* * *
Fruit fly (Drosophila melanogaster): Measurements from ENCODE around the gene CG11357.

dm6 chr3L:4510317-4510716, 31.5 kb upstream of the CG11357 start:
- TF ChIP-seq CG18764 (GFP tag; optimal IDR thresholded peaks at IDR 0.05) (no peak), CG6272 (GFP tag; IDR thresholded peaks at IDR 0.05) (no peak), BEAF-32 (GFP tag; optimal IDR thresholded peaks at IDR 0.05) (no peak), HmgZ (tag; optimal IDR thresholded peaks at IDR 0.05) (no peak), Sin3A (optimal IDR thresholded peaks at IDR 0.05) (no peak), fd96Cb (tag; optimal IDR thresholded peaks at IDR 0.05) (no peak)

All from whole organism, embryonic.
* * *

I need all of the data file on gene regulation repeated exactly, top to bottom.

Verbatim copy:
Fruit fly (Drosophila melanogaster): Measurements from ENCODE around the gene CG11357.

dm6 chr3L:4510317-4510716, 31.5 kb upstream of the CG11357 start:
- TF ChIP-seq CG18764 (GFP tag; optimal IDR thresholded peaks at IDR 0.05) (no peak), CG6272 (GFP tag; IDR thresholded peaks at IDR 0.05) (no peak), BEAF-32 (GFP tag; optimal IDR thresholded peaks at IDR 0.05) (no peak), HmgZ (tag; optimal IDR thresholded peaks at IDR 0.05) (no peak), Sin3A (optimal IDR thresholded peaks at IDR 0.05) (no peak), fd96Cb (tag; optimal IDR thresholded peaks at IDR 0.05) (no peak)

All from whole organism, embryonic.